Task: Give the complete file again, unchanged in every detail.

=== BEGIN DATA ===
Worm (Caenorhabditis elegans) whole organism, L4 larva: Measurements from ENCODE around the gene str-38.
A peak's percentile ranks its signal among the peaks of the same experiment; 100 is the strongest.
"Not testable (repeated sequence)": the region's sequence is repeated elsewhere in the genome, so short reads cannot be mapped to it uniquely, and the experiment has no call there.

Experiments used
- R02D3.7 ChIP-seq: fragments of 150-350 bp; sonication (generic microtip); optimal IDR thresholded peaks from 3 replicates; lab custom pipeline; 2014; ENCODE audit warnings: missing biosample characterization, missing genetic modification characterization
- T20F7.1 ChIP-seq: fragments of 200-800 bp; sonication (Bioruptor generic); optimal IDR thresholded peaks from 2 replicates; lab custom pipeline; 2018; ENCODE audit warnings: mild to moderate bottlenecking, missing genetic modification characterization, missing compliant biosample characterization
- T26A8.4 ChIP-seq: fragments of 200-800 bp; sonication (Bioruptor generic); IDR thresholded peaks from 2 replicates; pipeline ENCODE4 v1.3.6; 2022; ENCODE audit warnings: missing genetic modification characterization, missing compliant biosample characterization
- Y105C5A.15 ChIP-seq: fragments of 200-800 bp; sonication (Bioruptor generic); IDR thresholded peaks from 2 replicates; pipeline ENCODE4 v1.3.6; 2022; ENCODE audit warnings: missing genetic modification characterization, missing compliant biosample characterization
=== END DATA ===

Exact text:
Worm (Caenorhabditis elegans) whole organism, L4 larva: Measurements from ENCODE around the gene str-38.
A peak's percentile ranks its signal among the peaks of the same experiment; 100 is the strongest.
"Not testable (repeated sequence)": the region's sequence is repeated elsewhere in the genome, so short reads cannot be mapped to it uniquely, and the experiment has no call there.

Experiments used
- R02D3.7 ChIP-seq: fragments of 150-350 bp; sonication (generic microtip); optimal IDR thresholded peaks from 3 replicates; lab custom pipeline; 2014; ENCODE audit warnings: missing biosample characterization, missing genetic modification characterization
- T20F7.1 ChIP-seq: fragments of 200-800 bp; sonication (Bioruptor generic); optimal IDR thresholded peaks from 2 replicates; lab custom pipeline; 2018; ENCODE audit warnings: mild to moderate bottlenecking, missing genetic modification characterization, missing compliant biosample characterization
- T26A8.4 ChIP-seq: fragments of 200-800 bp; sonication (Bioruptor generic); IDR thresholded peaks from 2 replicates; pipeline ENCODE4 v1.3.6; 2022; ENCODE audit warnings: missing genetic modification characterization, missing compliant biosample characterization
- Y105C5A.15 ChIP-seq: fragments of 200-800 bp; sonication (Bioruptor generic); IDR thresholded peaks from 2 replicates; pipeline ENCODE4 v1.3.6; 2022; ENCODE audit warnings: missing genetic modification characterization, missing compliant biosample characterization